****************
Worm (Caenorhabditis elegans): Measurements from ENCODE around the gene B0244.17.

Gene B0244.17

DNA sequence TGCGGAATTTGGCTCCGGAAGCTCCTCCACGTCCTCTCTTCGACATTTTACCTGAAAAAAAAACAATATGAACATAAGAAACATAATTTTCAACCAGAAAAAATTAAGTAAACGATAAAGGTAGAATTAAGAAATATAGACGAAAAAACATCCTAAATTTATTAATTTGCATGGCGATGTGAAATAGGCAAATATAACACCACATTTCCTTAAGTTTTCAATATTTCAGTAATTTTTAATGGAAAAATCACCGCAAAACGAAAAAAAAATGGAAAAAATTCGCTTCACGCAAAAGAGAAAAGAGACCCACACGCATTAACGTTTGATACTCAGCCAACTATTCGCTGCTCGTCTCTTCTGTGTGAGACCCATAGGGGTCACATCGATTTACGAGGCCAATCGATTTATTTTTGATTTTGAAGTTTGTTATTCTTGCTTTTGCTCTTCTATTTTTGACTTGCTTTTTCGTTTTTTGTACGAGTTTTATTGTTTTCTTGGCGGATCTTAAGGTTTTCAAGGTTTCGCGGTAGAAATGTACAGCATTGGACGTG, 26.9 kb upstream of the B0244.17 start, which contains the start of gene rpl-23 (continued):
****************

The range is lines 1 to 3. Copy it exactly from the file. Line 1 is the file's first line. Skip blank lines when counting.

Worm (Caenorhabditis elegans): Measurements from ENCODE around the gene B0244.17.

Gene B0244.17

DNA sequence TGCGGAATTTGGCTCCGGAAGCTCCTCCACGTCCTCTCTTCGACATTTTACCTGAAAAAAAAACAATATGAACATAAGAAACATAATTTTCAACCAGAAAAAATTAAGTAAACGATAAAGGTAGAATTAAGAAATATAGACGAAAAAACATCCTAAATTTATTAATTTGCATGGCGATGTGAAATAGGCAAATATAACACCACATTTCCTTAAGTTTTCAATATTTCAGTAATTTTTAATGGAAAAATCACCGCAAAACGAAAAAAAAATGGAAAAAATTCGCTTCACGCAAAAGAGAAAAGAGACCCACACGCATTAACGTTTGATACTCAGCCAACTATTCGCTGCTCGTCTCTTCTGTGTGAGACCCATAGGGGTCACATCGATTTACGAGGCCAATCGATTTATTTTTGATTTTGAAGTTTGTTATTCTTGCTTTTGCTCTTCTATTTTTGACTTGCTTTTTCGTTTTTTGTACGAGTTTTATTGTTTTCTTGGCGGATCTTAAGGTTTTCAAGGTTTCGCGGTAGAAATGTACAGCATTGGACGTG, 26.9 kb upstream of the B0244.17 start, which contains the start of gene rpl-23 (continued):